Where does your organization stand regarding diversity, equity, and inclusion (DEI)? Have you adequately implemented measures that account for differing backgrounds, perspectives, and needs? If you’re like most organizations, these issues were likely on your radar before the global pandemic this past year, but they may not have received the full attention they deserve. However, COVID-19 has given some spotlights to DEI initiatives, and wise business leaders are taking note. Here’s a look at how the pandemic has spurred this conversation forward and what you can do to rise to the occasion
DEI – Before COVID-19
Before the pandemic, one of the most significant and pressing challenges for companies was understanding the needs and circumstances of diverse employees. As more vocal advocates repeatedly brought this issue to light, more businesses started to step up their considerations for employees. But even though the national conversation has shifted to focus on diversity and inclusion more, statistics continue to show a lagging ability to implement these ideals.
One study revealed that “many employees still don’t believe somebody has their back when times get tough.” Such feelings can fester and lead to “poor outcomes” for employees and employers, with as many as 50% of employees leaving a job due to shortcomings in diversity and inclusion.
During the pandemic, employers understandably shifted their focus toward prioritizing employee health and safety. But as the worst of COVID-19 began to recede, they were reminded again of this important focus, especially after research showed that minorities and those in lower socioeconomic groups were hit the hardest during the pandemic. Today, it’s imperative that an employer must be their team members’ ally and advocate when they’re dealing with unusual life circumstances like chronic illness, disabilities or limited childcare, or facing societal injustices due to race, religion, gender, or sexual orientation.
DEI – After COVID-19
It’s no surprise that today’s best leaders prioritize workforce inclusion more than ever. To be innovative in their approach to managing COVID-19’s impact on business, organizations seek input from a diverse group of employees who approach problems from various perspectives. They are also appointing leadership roles, such as Chief of Diversity, to lead efforts in proactively diversifying workforces.
“Diversity leaders will need to be involved in role design and creation of flexible work systems to ensure that employees of all backgrounds and needs are considered when the organization designs new workflows,” said Ingrid Laman, Vice President, Advisory, Gartner.
Organizations are also increasingly turning to employee resource groups (ERGs) and business resource groups (BRGs) to play important roles in strengthening communications and connections across dispersed groups. ERGs intend to bring diverse groups together to find common interests. A survey of Diversity & Inclusion leaders by the Institute for Corporate Productivity (i4cp) found three critical functions ERGs are taking on:
- In 37% of organizations, ERG/BRG leaders help monitor the emotional well-being of group members.
- In 37% of firms, leaders are surfacing the needs and concerns of group members, who may represent older workers, those with disabilities, or other employee populations.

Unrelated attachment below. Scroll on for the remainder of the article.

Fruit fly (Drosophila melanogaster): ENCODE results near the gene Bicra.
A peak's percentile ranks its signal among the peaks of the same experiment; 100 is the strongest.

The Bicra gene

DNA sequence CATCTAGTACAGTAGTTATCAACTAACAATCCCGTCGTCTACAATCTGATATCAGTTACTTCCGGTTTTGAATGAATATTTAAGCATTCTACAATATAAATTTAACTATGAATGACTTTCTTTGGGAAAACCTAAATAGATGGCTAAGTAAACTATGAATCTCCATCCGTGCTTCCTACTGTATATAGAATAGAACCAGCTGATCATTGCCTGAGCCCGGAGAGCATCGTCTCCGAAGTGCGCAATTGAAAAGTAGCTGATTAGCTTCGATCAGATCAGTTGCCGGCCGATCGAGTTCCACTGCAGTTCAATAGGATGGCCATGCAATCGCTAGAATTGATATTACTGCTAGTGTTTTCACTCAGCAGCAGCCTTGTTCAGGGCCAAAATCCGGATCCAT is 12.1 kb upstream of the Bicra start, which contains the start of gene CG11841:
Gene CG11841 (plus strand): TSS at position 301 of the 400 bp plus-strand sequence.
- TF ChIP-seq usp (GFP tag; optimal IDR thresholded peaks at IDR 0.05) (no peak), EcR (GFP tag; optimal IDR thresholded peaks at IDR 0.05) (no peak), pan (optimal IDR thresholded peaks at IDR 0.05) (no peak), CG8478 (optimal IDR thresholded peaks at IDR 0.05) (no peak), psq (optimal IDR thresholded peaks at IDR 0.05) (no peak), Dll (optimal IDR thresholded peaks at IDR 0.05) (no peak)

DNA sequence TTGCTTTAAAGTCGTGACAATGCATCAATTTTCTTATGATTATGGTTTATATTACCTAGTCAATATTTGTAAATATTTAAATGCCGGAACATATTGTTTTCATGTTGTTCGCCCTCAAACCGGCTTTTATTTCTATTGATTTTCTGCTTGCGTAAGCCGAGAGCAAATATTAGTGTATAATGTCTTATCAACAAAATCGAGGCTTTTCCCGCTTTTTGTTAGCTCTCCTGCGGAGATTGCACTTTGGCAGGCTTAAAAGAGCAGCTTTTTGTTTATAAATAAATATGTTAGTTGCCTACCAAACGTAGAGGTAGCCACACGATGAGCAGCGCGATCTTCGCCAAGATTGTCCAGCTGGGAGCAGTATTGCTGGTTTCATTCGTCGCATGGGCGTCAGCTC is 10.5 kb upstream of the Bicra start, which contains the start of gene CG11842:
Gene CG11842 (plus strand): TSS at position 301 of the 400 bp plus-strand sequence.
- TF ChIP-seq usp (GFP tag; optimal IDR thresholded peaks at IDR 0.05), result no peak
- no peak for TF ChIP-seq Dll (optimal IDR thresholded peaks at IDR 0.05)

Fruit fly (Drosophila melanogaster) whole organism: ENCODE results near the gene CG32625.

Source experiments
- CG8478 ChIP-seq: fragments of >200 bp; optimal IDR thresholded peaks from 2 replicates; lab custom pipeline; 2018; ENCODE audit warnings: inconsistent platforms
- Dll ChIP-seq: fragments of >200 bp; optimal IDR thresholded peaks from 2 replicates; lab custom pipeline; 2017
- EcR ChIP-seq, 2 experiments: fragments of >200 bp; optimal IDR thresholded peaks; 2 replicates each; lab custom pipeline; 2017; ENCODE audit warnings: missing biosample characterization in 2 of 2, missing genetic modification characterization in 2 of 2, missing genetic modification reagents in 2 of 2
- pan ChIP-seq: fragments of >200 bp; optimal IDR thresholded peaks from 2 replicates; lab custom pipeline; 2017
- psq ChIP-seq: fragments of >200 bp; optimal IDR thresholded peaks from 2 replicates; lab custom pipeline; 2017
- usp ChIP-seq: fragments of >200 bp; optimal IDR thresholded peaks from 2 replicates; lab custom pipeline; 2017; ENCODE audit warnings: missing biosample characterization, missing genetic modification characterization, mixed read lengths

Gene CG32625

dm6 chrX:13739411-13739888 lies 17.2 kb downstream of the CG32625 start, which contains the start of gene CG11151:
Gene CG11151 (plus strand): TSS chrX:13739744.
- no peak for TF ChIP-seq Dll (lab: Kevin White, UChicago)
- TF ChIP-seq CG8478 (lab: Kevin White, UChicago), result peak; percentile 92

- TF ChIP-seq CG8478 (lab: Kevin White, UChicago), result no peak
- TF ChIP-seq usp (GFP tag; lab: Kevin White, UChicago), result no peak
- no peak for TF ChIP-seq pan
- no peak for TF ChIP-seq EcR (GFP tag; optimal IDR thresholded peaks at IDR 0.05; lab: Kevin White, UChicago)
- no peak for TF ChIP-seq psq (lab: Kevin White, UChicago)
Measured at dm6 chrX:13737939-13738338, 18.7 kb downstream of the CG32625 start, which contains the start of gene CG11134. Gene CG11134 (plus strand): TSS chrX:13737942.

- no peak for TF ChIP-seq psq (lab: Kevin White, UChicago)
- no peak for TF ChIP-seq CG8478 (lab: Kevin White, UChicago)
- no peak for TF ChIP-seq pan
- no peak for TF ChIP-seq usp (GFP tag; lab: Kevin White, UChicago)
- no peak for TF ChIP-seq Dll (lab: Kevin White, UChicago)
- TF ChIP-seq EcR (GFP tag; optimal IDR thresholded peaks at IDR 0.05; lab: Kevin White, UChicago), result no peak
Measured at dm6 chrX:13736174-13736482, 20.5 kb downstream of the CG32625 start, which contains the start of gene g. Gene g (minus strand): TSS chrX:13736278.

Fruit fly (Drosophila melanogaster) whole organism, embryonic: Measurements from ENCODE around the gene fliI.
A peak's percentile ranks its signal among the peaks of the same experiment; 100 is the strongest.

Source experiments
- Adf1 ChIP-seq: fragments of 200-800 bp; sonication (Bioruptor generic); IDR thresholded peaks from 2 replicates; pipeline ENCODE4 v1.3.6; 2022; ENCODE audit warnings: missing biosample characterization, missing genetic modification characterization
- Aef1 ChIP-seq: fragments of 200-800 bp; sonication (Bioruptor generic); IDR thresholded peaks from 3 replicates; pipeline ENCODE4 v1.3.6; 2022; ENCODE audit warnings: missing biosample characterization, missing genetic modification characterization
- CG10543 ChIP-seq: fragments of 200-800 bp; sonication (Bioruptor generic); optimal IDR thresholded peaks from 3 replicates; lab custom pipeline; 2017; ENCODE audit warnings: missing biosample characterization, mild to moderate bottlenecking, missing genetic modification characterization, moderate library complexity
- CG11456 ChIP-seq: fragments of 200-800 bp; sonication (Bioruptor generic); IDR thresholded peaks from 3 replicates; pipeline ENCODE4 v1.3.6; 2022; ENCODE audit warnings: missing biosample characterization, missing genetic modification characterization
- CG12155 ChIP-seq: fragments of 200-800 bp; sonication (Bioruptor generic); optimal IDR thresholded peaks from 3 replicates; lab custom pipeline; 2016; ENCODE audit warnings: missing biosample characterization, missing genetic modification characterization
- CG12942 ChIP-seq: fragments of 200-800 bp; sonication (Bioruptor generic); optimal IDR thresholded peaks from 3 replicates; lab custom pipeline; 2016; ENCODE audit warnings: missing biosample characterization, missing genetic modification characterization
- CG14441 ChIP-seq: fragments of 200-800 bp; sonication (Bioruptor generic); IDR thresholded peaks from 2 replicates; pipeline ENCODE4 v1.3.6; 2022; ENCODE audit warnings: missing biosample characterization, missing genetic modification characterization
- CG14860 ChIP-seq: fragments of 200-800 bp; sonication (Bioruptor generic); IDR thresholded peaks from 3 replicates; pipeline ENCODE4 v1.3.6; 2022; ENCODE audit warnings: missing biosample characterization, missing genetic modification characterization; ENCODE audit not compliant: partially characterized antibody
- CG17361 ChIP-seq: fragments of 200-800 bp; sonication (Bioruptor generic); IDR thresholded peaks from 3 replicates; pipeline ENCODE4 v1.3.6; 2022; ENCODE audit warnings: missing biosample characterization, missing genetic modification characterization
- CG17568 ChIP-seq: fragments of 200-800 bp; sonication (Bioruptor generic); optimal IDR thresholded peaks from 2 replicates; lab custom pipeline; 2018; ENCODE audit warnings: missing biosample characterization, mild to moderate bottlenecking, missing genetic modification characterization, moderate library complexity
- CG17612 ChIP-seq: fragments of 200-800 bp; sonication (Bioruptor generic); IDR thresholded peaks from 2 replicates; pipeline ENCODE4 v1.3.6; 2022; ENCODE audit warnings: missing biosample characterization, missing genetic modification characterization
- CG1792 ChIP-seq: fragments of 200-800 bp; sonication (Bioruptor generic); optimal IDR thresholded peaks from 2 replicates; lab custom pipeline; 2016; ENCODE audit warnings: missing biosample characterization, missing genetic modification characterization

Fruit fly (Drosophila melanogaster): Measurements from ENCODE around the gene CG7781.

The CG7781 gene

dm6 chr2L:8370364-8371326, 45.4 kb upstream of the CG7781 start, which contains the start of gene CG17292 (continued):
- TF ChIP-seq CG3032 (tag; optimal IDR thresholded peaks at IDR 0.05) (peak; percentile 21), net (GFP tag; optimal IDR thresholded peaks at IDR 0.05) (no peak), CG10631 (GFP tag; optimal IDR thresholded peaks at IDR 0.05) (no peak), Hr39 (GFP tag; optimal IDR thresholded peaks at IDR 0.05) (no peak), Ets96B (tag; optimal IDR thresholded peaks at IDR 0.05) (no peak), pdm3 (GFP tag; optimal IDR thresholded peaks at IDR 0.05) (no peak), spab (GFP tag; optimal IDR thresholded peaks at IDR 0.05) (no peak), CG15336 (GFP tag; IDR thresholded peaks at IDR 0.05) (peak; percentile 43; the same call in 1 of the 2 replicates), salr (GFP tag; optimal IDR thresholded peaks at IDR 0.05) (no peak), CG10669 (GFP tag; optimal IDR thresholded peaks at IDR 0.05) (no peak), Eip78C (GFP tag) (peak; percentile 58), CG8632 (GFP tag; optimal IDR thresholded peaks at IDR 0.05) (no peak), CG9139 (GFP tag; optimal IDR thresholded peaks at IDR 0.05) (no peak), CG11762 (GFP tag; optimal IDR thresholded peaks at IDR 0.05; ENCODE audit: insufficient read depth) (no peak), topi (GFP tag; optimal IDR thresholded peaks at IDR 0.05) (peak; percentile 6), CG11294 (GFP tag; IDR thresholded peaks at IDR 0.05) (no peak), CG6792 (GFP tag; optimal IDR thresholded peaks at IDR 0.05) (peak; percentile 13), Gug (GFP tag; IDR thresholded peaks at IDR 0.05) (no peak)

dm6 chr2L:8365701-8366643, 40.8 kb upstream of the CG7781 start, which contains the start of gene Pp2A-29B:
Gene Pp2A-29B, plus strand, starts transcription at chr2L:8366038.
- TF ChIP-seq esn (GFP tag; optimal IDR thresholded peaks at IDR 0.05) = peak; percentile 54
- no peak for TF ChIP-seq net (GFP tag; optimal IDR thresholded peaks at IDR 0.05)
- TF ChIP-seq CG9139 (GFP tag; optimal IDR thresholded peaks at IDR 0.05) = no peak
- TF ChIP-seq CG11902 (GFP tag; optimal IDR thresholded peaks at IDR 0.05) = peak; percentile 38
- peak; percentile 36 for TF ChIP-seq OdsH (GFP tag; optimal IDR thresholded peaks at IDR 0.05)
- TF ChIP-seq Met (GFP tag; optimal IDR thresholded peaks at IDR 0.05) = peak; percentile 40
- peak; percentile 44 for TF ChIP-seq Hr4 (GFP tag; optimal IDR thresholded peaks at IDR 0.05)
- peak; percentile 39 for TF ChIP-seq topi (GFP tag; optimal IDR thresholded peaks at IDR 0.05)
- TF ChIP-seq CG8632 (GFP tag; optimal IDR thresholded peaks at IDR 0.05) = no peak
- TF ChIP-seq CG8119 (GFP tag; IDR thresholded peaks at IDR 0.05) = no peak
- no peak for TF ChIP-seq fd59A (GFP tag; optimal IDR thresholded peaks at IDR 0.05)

- In 34% of organizations, ERG/BRG leaders are asked to help keep their employee community members connected and engaged.
DEI – In the Future
Not only is championing DEI initiatives the right thing to do from a human perspective, but it also benefits businesses in tangible ways. For example, cognitive diversity has been found to enhance team innovation by up to 67% of job seekers who consider workplace diversity an essential factor when considering employment opportunities. It pays in terms of internal culture, respect, human kindness, talent acquisition & retention, innovation – and more.
There’s no doubt that the pandemic has increased employers’ focus on supporting their employees’ financial, physical and mental health. In turn, it brings to light the essential differences outside of the workplace and the need for understanding and acceptance across the board. This is expected to continue and grow in prominence and depth in the years to come, as well as it should.
What are your thoughts around the current state of DEI and the Covid Effect? Start the conversation below!
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Excellent job, Amit. I appreciate your partitioning your article into three parts: DEI before COVID-19, DEI-After COVID-19, and DEI in the Future. I like your approach; however, I think you could also factor in the impact of ubiquitous encroachment of the civil rights of black and brown people, as evidenced in the Department of Justice investigation on how police indisputable evidence of mistreatment of black and brown people. Still, in the three cities and states, the Department of Justice investigated the abuse of minorities epitomized by how George Floyd was murdered. I believe it enabled all people, especially those who were not used to the pain and anguish black and brown people express about their treatment by police, which was evidenced by how George Floyd was murdered.
The incident opened the eyes of every decent American to say this is not right. Further, it propelled people and organizations to commit to diversity and meaningful inclusion in every aspect of our society.
Glad you enjoyed my article. Thanks for sharing your insights. Your points are well made.